Anaesthesia in patients with dilated cardiomyopathy and low ejection fraction has always been a challenge because these patients are extremely susceptible to cardiodepressive action of anaesthetics resulting in perioperative inotropic support dependence. We report the first case of xenon anaesthesia in a patient with dilated cardiomyopathy and ejection fraction less than 30% suffering from rapidly progressing spinal cord tumour. With exclusive haemodynamic stability and fully controllable reversibility enabling anaesthesia without inotropic support and fast track recovery, xenon seems to open new horizons for non-cardiac surgery in patients with severe cardiac dysfunction.
A 22-year-old man (1.7 m, 72.5 kg) presented with intramedullary tumour at C4-Th1 level with syringomyelytic cysts above it resulting in tetraparesis and loss of sensation. The patient suffered from dilated cardiomyopathy and was treated with furosemide, spironolactone, metoprolol; 3 days before surgery digoxin was added to the therapy. Preoperative echocardiography showed left ventricular hypokinesis with the ejection fraction 21%, troponin I (cTnI) level was normal and brain natriuretic peptide (BNP) level was 294 pg ml−1.
In the operating room the radial artery was cannulated, anaesthesia depth monitoring with BIS XP A-2000 monitor (Aspect Medical Systems, Norwood, Massachusetts, USA) was started, and induction with midazolam 0.06 mg kg−1, fentanyl 4 μg kg−1and pipecuronium 0.03 mg kg−1 was performed. Ventilation was started in controlled mechanical ventilation mode adjusted to normoventilation (tidal volume 650 ml, frequency 10 min−1, inspiratory to expiratory time ratio (I: E) 1: 2, no positive end expiratory pressure) with TAEMA Felix Dual anaesthesia machine (ALMS, France) designed for anaesthesia with xenon. After Swan–Ganz catheterisation, the patient was turned into the prone position. Then a 10 min denitrogenation was performed, and the machine was switched into the xenon mode with FiO2 of 30% and a xenon concentration of 54–65%; and the operation began.
The 8 h anaesthesia was maintained with xenon inhalation, sufficient to keep bispectral index (BIS) values of 35–60; total xenon consumption was 46 l. Midazolam 3 mg in total, fentanyl 0.5 mg in total and propofol 50 mg in total were added when needed. Blood gases were normal. The anaesthesia was marked by stable haemodynamics with arterial blood pressure (ABP) 80–150/50–80 mmHg and heart rate 90–140 min−1 (Fig. 1), cardiac index (CI) higher than 2.5 l min−1 m−2 and diuresis of 2200 ml (under 1850 ml of crystalloids infused and 300 ml of blood loss), thus no inotropic support was needed. Cardiac output was measured during denitrogenation under propofol anaesthesia (baseline measurement) and under xenon anaesthesia at high-risk stages of the surgery and at the end of the surgery. Throughout the anaesthesia the CI and systemic vascular resistance index (SVRI) were within normal range, with the lowest CI (2.74 l min−1 m−2) and the highest SVRI (2419 dynes s cm−5 m−2) registered at the baseline measurement.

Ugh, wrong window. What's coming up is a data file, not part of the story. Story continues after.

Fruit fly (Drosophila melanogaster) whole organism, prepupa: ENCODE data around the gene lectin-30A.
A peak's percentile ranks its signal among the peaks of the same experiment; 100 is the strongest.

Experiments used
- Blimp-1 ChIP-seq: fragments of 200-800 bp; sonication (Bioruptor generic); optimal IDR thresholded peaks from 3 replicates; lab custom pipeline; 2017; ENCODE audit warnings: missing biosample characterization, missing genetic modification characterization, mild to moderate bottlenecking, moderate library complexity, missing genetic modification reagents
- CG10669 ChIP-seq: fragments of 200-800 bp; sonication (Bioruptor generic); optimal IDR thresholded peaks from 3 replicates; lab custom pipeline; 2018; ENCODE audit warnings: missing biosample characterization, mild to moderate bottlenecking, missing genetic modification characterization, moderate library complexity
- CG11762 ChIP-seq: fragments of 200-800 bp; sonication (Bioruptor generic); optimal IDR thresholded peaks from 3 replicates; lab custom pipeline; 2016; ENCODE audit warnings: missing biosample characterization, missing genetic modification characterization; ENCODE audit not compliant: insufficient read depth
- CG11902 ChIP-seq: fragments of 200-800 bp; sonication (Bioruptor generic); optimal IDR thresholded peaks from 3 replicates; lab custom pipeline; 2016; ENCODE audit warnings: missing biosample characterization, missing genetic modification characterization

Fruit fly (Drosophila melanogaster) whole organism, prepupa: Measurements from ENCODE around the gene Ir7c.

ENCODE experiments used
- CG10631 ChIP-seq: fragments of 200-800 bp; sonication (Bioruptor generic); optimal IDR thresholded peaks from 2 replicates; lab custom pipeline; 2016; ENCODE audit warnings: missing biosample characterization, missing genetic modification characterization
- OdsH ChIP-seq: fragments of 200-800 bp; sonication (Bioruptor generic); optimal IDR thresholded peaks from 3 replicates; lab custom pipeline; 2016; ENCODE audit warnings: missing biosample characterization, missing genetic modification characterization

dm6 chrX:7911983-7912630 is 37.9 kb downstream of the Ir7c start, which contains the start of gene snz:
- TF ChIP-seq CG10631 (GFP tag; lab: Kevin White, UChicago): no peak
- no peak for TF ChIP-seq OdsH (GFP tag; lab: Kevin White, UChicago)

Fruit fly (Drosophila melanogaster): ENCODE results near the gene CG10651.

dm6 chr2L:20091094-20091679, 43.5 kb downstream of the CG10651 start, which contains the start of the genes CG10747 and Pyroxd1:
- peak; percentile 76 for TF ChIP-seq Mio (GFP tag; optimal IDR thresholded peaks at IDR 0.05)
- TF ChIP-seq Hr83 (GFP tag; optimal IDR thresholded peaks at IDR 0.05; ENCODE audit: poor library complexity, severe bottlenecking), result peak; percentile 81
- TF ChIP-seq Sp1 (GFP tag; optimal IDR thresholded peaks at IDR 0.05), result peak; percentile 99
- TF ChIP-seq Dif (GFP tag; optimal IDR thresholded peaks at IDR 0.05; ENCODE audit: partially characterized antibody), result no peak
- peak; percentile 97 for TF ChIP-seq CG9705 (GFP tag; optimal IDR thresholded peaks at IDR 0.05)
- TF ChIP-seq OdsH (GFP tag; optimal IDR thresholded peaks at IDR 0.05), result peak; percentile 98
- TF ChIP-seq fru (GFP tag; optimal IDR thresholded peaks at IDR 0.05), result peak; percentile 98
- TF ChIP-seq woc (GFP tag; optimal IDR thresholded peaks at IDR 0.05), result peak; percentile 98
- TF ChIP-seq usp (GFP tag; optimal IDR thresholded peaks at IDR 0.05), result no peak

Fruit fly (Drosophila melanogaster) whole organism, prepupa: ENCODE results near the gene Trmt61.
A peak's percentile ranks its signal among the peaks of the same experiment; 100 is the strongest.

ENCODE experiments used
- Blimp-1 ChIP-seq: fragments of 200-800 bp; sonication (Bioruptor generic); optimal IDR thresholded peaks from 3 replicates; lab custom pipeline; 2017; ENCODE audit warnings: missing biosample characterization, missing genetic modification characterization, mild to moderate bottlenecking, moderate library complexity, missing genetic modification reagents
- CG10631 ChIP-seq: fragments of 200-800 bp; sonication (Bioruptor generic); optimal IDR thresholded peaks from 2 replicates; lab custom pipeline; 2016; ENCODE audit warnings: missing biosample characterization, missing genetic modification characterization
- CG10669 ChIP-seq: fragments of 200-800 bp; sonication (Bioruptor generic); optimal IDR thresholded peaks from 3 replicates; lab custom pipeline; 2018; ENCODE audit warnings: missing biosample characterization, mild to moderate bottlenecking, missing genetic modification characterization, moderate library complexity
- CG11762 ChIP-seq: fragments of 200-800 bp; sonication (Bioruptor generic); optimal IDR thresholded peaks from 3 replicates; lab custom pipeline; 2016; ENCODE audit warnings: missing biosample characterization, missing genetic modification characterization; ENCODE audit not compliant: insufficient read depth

At 4.5 h of the surgery at a stable surgical anaesthesia depth (BIS 45–50) there was an increase in ABP to 150/80 mmHg with narrow complex tachycardia 140 beats min−1. It was accompanied by an increase in SVRI from 1204 to 1858 dynes s cm−5 m−2, a decrease in CI from 4.18 to 3.14 l min−1 m−2, and an increase in pulmonary artery wedge pressure from 14 to 21 mmHg. It was considered to be a reaction at tumour removal from the anterior spinal artery. Fentanyl 0.2 mg was given that decreased ABP to 100/60 mmHg and restored sinus rhythm with the frequency of 110–130 beats min−1.
The patient was extubated 5 min after the end of the surgery. Lornoxicam 8 mg and perfalgan 1 g were given for postoperative analgesia. In the ICU, he was given lornoxicam and tramadol according to our protocol for this type of surgery. The next day, the ejection fraction was 29%, cTnI level was normal, and BNP was 286 pg ml−1. Recovery was uncomplicated and 10 days later, the patient was discharged from the hospital with a good neurologic outcome.
Dilated cardiomyopathy is characterised by severe systolic and diastolic dysfunction and high incidence of potentially lethal arrhythmias. So the anaesthetic concerns are to maintain cardiac contractility, to avoid increase in afterload and to prevent arrhythmia. In our case additional difficulties were raised by surgery duration and prone position. For non-cardiac surgery different anaesthetic methods have been described, but whatever anaesthetic agent was used, authors reported the need for inotropic support1–4 that for certain prolongs and complicates recovery and imposes risks per se.
Xenon is a sole anaesthetic agent that does not metabolise, does not cumulate, and provides anaesthesia with ultrarapid recovery. Uncontestable advantage is the capability to preserve cardiac contractility, arterial pressure and vascular resistance,5,6 giving a chance to pass without inotropic or vasopressor support in patients who have not needed it before operation. In these patients, this can be the key to successful and rapid recovery. In 2001 Hofland et al.7 described the first case of xenon anaesthesia for laparoscopic cholecystectomy in a patient with Eisenmenger's syndrome recommending xenon when cardiovascular stability is needed. Up to the present, high cost and the need for specially designed closed circuit machines have partially prevented xenon propagation. However, with xenon being licensed in most European countries we hope that clinical research with this promising anaesthetic for patients with severe cardiac compromise will continue to grow.
The authors are grateful to Professor I.A. Kozlov for useful remarks on the case.
There are no conflicts of interest.
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